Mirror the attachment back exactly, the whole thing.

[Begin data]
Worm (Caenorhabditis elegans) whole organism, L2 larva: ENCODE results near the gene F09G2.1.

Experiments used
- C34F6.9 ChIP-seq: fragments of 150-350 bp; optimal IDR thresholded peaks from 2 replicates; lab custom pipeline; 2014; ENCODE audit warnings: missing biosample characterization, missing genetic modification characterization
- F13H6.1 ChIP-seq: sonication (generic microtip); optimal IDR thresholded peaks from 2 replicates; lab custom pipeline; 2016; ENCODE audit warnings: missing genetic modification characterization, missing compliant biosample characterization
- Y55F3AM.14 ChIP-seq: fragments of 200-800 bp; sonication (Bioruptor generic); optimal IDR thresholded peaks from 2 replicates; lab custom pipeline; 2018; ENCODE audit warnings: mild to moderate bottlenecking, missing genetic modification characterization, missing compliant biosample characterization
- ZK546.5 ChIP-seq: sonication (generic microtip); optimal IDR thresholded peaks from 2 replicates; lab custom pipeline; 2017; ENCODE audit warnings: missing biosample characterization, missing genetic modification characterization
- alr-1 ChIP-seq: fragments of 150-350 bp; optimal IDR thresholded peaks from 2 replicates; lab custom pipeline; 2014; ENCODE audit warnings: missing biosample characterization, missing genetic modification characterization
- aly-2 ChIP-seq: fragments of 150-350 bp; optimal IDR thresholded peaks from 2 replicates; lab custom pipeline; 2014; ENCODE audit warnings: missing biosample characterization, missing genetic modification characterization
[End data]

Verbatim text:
Worm (Caenorhabditis elegans) whole organism, L2 larva: ENCODE results near the gene F09G2.1.

Experiments used
- C34F6.9 ChIP-seq: fragments of 150-350 bp; optimal IDR thresholded peaks from 2 replicates; lab custom pipeline; 2014; ENCODE audit warnings: missing biosample characterization, missing genetic modification characterization
- F13H6.1 ChIP-seq: sonication (generic microtip); optimal IDR thresholded peaks from 2 replicates; lab custom pipeline; 2016; ENCODE audit warnings: missing genetic modification characterization, missing compliant biosample characterization
- Y55F3AM.14 ChIP-seq: fragments of 200-800 bp; sonication (Bioruptor generic); optimal IDR thresholded peaks from 2 replicates; lab custom pipeline; 2018; ENCODE audit warnings: mild to moderate bottlenecking, missing genetic modification characterization, missing compliant biosample characterization
- ZK546.5 ChIP-seq: sonication (generic microtip); optimal IDR thresholded peaks from 2 replicates; lab custom pipeline; 2017; ENCODE audit warnings: missing biosample characterization, missing genetic modification characterization
- alr-1 ChIP-seq: fragments of 150-350 bp; optimal IDR thresholded peaks from 2 replicates; lab custom pipeline; 2014; ENCODE audit warnings: missing biosample characterization, missing genetic modification characterization
- aly-2 ChIP-seq: fragments of 150-350 bp; optimal IDR thresholded peaks from 2 replicates; lab custom pipeline; 2014; ENCODE audit warnings: missing biosample characterization, missing genetic modification characterization